Many of our competitors have been especially aggressive by offering discounted programming and services for both new and existing subscribers, including bundled offers combining broadband, video and/or wireless services and other promotional offers. Certain competitors have been able to subsidize the price of video services with the price of broadband and/or wireless services.
Our Pay-TV services also face increased competition from programmers and other companies who distribute video directly to consumers over the Internet, as well as traditional satellite television providers, cable companies and large telecommunications companies that are increasing their Internet-based video offerings. We also face competition from providers of video content, many of which are providers of our programming content, that distribute content over the Internet including services with live-linear television programming, as well as single programmer offerings and offerings of large libraries of on-demand content, including in certain cases original content. These providers include, among others, Netflix, Hulu, Apple, Amazon, Alphabet, Disney, Verizon, AT&T, T-Mobile, ViacomCBS, STARZ, Peacock, Fubo and Philo.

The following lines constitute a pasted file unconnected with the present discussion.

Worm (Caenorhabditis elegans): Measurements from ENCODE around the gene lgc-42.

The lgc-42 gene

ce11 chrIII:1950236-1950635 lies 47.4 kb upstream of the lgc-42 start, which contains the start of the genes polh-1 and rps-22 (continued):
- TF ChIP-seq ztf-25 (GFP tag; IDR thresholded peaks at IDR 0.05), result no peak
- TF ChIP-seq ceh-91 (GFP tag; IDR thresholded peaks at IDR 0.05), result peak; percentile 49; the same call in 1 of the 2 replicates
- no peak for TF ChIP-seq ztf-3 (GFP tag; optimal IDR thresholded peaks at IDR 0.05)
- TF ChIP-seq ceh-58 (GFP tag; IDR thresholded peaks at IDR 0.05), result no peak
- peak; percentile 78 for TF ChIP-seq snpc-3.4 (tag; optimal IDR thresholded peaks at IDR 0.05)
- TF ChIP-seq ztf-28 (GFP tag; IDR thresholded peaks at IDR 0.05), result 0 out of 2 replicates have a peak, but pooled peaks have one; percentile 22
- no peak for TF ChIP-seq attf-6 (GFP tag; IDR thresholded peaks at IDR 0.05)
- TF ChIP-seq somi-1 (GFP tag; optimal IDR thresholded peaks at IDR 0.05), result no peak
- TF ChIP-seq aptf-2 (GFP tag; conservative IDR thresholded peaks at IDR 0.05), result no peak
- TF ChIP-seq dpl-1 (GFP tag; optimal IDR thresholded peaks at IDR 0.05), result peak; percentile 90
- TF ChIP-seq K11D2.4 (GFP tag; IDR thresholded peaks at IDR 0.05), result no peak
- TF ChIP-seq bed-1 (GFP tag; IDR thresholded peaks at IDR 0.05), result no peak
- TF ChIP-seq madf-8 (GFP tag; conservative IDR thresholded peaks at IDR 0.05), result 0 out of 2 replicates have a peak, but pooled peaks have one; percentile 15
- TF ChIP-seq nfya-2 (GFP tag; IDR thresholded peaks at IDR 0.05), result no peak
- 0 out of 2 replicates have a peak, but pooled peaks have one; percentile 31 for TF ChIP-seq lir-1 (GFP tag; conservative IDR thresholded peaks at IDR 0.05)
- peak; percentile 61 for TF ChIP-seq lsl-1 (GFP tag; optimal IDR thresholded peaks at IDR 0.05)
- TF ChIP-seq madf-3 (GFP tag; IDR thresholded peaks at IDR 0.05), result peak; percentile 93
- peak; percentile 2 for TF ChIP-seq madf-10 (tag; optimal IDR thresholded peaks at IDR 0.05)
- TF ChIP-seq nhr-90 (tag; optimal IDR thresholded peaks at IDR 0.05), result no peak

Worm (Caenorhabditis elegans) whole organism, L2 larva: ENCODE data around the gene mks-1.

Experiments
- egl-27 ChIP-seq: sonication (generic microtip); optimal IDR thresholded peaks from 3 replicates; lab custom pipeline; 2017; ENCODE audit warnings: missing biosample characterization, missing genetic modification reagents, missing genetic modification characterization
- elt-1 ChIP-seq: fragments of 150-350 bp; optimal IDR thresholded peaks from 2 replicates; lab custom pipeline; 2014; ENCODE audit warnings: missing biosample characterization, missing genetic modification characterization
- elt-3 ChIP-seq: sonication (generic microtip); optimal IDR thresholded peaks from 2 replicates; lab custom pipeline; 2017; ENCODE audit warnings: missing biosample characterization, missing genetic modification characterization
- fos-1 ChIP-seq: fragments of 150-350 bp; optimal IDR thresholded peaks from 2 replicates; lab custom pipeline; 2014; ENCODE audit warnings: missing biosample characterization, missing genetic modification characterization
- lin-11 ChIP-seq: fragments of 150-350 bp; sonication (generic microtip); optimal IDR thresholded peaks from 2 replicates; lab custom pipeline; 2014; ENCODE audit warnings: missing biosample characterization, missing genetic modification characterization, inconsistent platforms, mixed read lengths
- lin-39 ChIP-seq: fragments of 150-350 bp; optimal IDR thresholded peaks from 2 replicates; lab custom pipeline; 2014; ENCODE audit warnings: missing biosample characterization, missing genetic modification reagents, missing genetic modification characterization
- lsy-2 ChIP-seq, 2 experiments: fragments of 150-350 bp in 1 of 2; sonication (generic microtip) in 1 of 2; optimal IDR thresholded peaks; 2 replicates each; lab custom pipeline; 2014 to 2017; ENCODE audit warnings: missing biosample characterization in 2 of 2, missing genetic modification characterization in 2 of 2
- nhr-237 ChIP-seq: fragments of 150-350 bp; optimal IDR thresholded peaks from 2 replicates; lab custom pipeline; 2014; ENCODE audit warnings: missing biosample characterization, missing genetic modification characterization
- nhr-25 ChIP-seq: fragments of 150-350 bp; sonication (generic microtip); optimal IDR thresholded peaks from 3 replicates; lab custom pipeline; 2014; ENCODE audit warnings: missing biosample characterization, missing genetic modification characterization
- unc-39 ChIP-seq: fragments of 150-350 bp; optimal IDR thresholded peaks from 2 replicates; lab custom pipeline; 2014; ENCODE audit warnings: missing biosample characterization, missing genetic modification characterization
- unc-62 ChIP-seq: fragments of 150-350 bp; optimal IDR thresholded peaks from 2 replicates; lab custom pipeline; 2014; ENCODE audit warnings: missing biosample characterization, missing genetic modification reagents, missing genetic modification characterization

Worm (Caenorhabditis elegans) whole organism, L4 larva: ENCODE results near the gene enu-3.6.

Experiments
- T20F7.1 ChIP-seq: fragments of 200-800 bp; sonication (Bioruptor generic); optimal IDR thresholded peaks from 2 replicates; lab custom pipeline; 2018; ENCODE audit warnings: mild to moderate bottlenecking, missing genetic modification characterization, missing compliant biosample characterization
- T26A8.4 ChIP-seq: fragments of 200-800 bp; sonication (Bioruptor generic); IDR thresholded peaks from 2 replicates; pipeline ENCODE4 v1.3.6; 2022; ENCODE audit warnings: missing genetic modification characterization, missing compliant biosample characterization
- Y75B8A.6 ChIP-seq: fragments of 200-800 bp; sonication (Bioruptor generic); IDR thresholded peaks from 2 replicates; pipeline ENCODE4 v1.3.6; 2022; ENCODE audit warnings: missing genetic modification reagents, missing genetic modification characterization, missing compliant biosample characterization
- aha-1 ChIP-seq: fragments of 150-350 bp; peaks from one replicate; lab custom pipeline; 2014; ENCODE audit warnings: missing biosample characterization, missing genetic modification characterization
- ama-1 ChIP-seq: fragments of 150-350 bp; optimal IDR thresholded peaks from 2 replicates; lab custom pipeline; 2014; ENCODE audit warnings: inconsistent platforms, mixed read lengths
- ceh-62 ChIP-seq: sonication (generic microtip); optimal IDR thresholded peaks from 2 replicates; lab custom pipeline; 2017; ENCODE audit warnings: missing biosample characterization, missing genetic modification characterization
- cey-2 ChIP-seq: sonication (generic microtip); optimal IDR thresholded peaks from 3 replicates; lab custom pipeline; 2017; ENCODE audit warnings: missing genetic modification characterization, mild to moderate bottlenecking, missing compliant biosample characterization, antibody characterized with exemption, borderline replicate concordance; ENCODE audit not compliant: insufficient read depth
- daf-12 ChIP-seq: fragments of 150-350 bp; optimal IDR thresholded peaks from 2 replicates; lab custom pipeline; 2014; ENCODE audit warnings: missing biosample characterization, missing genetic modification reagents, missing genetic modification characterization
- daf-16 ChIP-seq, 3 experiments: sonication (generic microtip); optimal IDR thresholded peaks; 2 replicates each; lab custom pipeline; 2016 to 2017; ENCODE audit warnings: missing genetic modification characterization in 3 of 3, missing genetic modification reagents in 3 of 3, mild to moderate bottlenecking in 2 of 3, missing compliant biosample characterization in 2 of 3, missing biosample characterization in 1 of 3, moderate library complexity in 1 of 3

Significant changes in consumer behavior with regard to the means by which consumers obtain video entertainment and information in response to digital media competition could have a material adverse effect on our business, results of operations and financial condition or otherwise disrupt our business. In particular, consumers have shown increased interest in viewing certain video programming in any place, at any time and/or on any broadband-connected device they choose. Online content providers may cause our subscribers to disconnect our DISH TV services (“cord cutting”), downgrade to smaller, less expensive programming packages (“cord shaving”) or elect to purchase through these online content providers a certain portion of the services that they would have historically purchased from us, such as pay per view movies.
Mergers and acquisitions, joint ventures and alliances among cable television providers, telecommunications companies, programming providers and others may result in, among other things, greater scale and financial leverage and increase the availability of offerings from providers capable of bundling video, broadband and/or wireless services in competition with our services and may exacerbate the risks described in our public filings. These transactions may affect us adversely by, among other things, making it more difficult for us to obtain access to certain programming networks on nondiscriminatory and fair terms, or at all.
Our Pay-TV subscriber base has been declining due to, among other things, the factors described above. There can be no assurance that our Pay-TV subscriber base will not continue to decline and that the pace of such decline will not accelerate. As our Pay-TV subscriber base continues to decline, it could have a material adverse long-term effect on our business, results of operations, financial condition and cash flow.
Programming